Building Career Pathways Systems for Education, Training, and Employment

This brief discusses the implementation of career pathways under the Workforce Innovation and Opportunity Act (WIOA) and considerations for state adult education staff in developing career pathways systems to support individuals in their pursuit of education and employment. 

Judith A. Alamprese
Author(s) Organizational Affiliation
Abt Associates
Publication Year
Resource Type
Number of Pages

Crucial to the nation’s economic growth and individuals’ social and personal well-being is the availability of education and training that enables adults to learn new skills, obtain higher paying jobs, and build careers. The primary federal legislation supporting education, training services, and workforce development for adults – the Workforce Innovation and Opportunity Act (WIOA) of 2014– is a catalyst for delivering the types of education, training, and employment services that facilitate adults’ economic and career success. WIOA emphasizes the building and alignment of workforce investment, education, and economic development systems that deliver comprehensive employment, education, and supportive services. These services are expected to enable individuals, particularly those with barriers to employment, to obtain the skills and credentials needed to secure jobs with family-sustaining wages, as well as to provide employers with the skilled workforce needed to succeed in a global economy.

WIOA aims to strengthen the U.S. workforce development system by aligning employment, training, and education programs and improving their quality through innovative approaches that address the needs of adults and youth. Career pathways, consistently referenced in WIOA Titles I and II, is an approach that includes innovative policies and practices to facilitate individuals’ education and employment success. The use of a career pathways approach calls for aligned workforce investment, education, and economic development systems at the state and local levels. To obtain this alignment, state and local partners must work together to organize and support the high-quality, coordinated workforce, education, and training services that underlie a career pathways approach.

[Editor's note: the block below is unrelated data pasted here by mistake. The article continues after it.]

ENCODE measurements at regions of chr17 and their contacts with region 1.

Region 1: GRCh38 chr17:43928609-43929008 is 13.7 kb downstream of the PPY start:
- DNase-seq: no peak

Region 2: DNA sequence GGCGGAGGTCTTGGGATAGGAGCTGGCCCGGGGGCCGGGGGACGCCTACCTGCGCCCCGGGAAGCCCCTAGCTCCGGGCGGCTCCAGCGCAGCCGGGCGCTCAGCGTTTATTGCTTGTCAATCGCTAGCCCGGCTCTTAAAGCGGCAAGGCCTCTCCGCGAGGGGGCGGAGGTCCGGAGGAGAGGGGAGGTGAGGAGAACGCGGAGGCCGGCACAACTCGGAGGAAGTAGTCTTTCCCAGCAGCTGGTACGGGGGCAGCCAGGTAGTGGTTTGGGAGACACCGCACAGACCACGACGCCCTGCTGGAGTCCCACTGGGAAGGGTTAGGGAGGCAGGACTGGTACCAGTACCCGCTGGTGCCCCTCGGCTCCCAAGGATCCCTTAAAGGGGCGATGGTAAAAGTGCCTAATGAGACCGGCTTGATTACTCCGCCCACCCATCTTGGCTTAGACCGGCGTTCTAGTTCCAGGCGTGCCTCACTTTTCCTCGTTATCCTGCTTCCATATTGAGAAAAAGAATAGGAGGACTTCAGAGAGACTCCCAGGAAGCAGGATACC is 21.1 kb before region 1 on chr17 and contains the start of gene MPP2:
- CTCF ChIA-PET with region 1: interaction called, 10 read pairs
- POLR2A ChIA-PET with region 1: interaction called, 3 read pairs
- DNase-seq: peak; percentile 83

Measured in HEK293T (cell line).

Thus, to assess services that undergird a career pathways approach, state staff must examine the implementation of career pathways; determine professional development services involved; and leverage data to inform new strategic thinking. 

Benefits and Uses

This policy brief is best used by state adult education staff in understanding career pathways implementation under WIOA, developing career pathways systems of their own, and leveraging data related to career pathways services.

State staff can leverage the career pathways framework included in the brief to assess not only the extent to which adult education providers are implementing career pathways as defined in WIOA, but also to identify gaps that need to be addressed. Additionally, state staff can use the model to communicate to adult education providers the state’s expectations for the types of partnerships that local programs should have in place.

State staff may also gather information about current professional development efforts. This data will inform state staff in selecting the types of professional development that can support local career pathways services.

Lastly, the brief can be used to determine how to collect and use local data related to career pathways. Data on implementation of program services and quality of professional development can assist state staff in planning more effective professional development and technical assistance to support a local career pathways system.

Ultimately, this policy brief informs state adult education staff on how to conduct coordinated education and training services that are aligned with the needs of employers, education, and training that is designed to facilitate individuals’ attainment of skills and credentials that can facilitate their economic well-being and employment in a career pathway.

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